Real estate developers are hoping to entice young professional renters into home ownership by wooing them with tiny, more affordable condos.
Downtown Washington, D.C. serves as one example of the tiny condo movement’s gain in momentum.
“They definitely notice it’s smaller, so it is an explanation; it takes a little bit of an adjustment,” says Chris Ballard, principal at McWilliams/Ballard, a marketing firm that works with the Peterson Cos., the developer of Ontario 17, a new condominium building in D.C.’s Adams Morgan neighborhood. The building’s tiny studios are just 380 square feet and cost $275,000 – which is about half the neighborhood’s median price. The building, which is not yet finished, is already about 70 percent sold.
“Things are getting smaller, and people are starting to understand,” says Laina Lee, one of the sales managers at Ontario 17. “About 80 percent of all our buyers, including our studios and our one-bedrooms, have all been first-time home buyers.”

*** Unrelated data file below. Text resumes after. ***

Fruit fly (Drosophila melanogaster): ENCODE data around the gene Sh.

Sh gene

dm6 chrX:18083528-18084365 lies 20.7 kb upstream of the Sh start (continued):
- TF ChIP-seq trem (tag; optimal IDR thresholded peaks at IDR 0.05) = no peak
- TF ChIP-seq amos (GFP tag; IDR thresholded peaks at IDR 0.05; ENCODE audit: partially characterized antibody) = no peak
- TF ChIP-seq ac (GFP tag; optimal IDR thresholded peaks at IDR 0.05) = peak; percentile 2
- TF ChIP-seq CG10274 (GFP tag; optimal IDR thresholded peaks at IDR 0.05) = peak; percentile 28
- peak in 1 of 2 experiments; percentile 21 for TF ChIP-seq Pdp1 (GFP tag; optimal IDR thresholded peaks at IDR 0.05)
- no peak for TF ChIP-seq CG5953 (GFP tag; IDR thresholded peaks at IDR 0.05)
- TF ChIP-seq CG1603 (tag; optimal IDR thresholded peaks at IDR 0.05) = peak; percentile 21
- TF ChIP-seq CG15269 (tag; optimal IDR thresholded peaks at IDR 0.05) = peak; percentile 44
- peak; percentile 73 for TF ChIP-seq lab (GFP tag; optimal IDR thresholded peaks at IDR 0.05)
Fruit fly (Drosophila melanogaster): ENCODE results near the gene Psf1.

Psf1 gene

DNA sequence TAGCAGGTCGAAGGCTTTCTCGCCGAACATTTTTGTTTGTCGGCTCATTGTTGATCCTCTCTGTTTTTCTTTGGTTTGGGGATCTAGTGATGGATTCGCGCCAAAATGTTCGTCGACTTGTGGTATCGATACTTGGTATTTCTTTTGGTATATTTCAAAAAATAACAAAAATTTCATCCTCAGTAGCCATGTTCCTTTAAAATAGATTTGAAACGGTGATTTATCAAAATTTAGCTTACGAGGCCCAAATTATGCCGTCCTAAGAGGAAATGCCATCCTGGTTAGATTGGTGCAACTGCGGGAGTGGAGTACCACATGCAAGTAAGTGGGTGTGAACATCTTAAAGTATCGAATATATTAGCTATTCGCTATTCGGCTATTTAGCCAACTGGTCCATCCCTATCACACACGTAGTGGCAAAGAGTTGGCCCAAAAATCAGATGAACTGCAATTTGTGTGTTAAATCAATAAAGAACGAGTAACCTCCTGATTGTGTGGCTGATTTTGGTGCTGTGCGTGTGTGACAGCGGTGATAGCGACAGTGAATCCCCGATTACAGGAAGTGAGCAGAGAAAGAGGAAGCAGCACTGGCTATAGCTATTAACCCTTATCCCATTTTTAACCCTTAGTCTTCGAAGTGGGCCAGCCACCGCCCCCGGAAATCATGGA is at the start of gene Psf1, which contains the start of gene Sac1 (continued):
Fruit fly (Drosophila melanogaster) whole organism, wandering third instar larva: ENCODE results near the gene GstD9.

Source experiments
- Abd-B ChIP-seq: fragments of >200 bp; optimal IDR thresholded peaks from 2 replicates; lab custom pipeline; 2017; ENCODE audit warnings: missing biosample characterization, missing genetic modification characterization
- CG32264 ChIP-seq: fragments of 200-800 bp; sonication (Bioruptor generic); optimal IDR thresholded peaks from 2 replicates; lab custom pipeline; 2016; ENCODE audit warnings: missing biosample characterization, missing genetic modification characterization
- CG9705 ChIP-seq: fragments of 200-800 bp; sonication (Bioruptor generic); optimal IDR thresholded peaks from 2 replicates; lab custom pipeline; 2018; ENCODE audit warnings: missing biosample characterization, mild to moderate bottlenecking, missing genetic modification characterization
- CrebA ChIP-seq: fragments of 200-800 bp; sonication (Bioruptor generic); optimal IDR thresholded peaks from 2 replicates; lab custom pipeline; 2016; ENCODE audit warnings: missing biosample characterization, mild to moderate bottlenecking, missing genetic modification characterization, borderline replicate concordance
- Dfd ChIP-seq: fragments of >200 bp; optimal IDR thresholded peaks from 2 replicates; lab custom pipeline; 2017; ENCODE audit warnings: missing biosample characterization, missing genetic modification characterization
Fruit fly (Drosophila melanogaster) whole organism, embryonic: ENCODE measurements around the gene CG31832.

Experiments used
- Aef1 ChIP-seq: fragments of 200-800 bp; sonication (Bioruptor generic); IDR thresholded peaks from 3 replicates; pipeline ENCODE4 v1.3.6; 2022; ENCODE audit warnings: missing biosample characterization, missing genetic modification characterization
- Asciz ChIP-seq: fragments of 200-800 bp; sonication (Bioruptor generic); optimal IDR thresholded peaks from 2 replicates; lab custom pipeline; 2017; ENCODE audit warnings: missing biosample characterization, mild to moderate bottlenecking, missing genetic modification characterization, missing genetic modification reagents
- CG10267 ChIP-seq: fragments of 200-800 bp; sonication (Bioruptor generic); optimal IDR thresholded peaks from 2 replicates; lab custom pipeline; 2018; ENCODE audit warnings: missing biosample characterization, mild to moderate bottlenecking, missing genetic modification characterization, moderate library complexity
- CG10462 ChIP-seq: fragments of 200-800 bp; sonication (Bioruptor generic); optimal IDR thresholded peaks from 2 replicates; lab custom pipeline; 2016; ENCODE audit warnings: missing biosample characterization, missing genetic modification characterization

Many young professionals are battling historically high rents that have made it difficult for them to save for a down payment to break into home ownership.
Ballard says it’s cheaper to buy at Ontario 17 than to rent in D.C.’s booming rental market.
“We’re definitely getting a consumer that’s priced out of the market,” Ballard says. “They look at older resales, and now they get to come and look at something that is brand new, and so that’s a great difference, when you’re comparing a 1970s build, older-type condominium with something that’s brand-new with all new fit and finish.”
At Ontario 17 in D.C., within 380 square feet, the studio units have a bed that pulls out of the wall, a dining table that pulls down from a hanging picture frame, a sofa that is built into the bottom of the bed, high-end kitchen appliances that are slightly smaller to fit the space, and in many cases a small terrace as well.
Source: “Wooing Millennials to Buy Condos: Really Tiny Condos,” CNBC (Sept. 29, 2015)